Myelofibrosis is a myeloproliferative neoplasm and is characterized by the proliferation of megakaryocytes and the granulopoietic lineage. The megakaryocytes produce various cytokines that induce an increase of fibroblasts and bone marrow fibrosis. Increasing bone marrow failure results with pancytopenia and leukoerythroblastic blood picture. The latter is a sign of extramedullary hematopoiesis, mainly in the spleen. Splenomegaly can be massive. In about 50% of patients, a JAK2 V617F-mutation, in 35% a mutation of calreticulin (CALR) and in 5-10% a mutation of the thrombopoietin receptor MPL is present.
Mean age of patients is 67 years. Only 5% of patients are younger than 40 and 17% younger than 50 years. The incidence is about 0.5/100'000/year. 30% of patients are asymptomatic at the time of diagnosis, e.g. during a check-up, splenomegaly is found leading to the diagnosis. A splenomegaly is present in > 95% of patients. Often, the spleen is huge reaching down to the pelvis. Patients suffer from bloating, abdominal pain and an early feeling of being sated. Hepatomegaly is present in 40% of cases. Characteristic for PMF are pronounced general complaints such as fatigue, weakness, shortness of breath, weight loss, night sweats, fever and pruritus. As in essential thrombocythemia, arterial and venous thrombosis occurs. About 4% of cases develop acute myeloid leukemia.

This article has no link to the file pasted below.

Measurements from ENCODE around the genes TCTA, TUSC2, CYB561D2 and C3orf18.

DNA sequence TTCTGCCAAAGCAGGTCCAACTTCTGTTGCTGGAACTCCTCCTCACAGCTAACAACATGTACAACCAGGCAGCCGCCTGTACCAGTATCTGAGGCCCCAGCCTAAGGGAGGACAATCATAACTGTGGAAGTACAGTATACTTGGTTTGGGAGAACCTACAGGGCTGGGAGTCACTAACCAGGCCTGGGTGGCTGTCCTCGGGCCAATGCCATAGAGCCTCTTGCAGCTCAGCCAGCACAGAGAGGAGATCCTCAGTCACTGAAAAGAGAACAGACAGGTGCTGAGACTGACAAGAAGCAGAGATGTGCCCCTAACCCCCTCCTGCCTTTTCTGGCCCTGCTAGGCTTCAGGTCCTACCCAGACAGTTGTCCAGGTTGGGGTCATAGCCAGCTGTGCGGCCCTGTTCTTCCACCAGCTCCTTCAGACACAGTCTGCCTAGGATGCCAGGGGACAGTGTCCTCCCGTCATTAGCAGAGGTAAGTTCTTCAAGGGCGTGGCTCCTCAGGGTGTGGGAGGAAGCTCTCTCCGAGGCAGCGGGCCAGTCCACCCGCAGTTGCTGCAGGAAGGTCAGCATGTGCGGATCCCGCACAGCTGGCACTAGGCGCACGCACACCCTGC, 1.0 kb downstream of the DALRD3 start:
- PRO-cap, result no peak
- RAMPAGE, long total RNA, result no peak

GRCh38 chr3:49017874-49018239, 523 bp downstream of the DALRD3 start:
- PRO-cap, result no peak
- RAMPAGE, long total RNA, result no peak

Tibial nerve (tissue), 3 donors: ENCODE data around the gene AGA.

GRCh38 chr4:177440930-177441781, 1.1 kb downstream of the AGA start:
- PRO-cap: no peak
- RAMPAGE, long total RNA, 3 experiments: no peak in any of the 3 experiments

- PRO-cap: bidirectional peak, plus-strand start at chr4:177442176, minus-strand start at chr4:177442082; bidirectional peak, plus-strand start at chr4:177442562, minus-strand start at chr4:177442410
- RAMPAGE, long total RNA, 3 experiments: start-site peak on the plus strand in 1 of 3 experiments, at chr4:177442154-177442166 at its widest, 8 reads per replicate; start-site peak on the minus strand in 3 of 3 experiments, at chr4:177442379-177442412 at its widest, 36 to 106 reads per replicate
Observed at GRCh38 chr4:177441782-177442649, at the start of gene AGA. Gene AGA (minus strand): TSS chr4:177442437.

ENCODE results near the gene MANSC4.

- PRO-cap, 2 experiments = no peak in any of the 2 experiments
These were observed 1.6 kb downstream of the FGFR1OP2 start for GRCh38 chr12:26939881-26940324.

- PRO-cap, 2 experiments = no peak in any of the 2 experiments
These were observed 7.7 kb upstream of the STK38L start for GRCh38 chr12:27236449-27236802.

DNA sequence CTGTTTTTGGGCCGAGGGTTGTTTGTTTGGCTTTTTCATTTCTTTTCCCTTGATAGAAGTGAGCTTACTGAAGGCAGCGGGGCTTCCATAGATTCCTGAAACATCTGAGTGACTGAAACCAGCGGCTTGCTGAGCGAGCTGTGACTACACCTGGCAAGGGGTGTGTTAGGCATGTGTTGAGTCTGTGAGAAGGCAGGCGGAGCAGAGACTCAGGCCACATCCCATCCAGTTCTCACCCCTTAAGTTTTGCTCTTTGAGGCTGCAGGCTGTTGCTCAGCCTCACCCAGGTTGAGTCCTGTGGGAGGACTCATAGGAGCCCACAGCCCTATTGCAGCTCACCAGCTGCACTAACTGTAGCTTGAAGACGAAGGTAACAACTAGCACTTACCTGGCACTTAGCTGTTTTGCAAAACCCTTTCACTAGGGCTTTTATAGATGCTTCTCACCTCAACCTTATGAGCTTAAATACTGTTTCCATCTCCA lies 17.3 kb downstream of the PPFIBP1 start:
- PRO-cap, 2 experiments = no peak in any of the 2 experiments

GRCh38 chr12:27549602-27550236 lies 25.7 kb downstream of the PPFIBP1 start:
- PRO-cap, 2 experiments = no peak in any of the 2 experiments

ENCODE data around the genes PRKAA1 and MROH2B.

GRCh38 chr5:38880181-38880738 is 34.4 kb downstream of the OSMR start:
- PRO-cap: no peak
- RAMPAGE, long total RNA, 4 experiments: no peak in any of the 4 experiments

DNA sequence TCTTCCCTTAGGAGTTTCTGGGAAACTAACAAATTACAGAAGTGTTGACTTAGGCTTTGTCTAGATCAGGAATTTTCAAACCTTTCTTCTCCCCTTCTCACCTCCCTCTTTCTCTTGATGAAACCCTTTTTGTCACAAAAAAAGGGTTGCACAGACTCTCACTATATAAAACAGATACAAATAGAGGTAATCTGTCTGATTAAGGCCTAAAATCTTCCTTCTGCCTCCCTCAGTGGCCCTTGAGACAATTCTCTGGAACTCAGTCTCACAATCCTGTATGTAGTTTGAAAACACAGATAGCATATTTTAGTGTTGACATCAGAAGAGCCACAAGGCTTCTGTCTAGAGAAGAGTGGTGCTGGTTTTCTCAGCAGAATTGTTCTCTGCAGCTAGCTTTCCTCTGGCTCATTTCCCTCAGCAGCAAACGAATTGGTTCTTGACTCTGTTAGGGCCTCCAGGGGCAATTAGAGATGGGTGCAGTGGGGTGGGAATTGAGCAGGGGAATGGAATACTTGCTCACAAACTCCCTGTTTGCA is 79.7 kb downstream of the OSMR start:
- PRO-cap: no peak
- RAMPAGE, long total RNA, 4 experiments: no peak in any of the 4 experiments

JAK2 V617F-mutation, MPL-mutation and CALR-mutation are driver-mutations, that evoke directly the phenotype of increased megakaryocytopoiesis. The thrombopoietin receptor MPL and JAK2 are part of the signaling pathway that drives the megakaryocytopoiesis. The exact mechanism of the CALR-muatation is unclear. It is insufficiently understood why the same mutations lead to different diseases (PMF, ET or PV).
The only curative therapy of PMF is allogenic bone marrow transplantation that is only considered in some of the patients with advanced disease. Splenomegaly and the general complaints can be successfully treated with the JAK1/2-inhibitor ruxolitinib (Jakavi@). Thus, quality of life of patients can be much improved .
In the early phase, there is a thrombocytosis and neutrocytosis, in the later course pancytopenia. Typically, there is a leukoerythroblastic blood picture with normoblasts, marked anisocytosis, and poikilocytosis of erythrocytes with tear drop cells. Occasionally, megakaryocyte remnants are found. The thrombocytes are hypogranular or agranular and enlarged with giant platelets. In the late phase, myeloid precursor cells and blasts are increasingly present.
Due to fibrosis, a bone marrow aspiration yields no material ("dry tap"), therefore, a bone marrow biopsy is necessary. In the early phase, the biopsy demonstrates increased megakaryocytopoiesis and granulopoiesis. With the progression of the disease, increasing hypocellularity and progressive fibrosis are observed. In the end phase, hematopoietic cells can be completely lacking.
Megakaryocytes are markedly increased and sit closely in large clusters. Striking is their vicinity to vessels and trabecula. Morphologically, the megakaryocytes are large and have hyperlobated , often with hyperchromatic nuclei due to chromatin agglutination. The nucleus/cytoplasm-ratio is increased. Typical is the "cloud-like" aspect. Dilated bone marrow sinus with intravascular hematopoietic cells are characteristic. Bone trabecula can be thickened.
According to the WHO 2016-classification, the diagnosis of overt PMF requires meeting all 3 major criteria, and at least 1 minor criterion.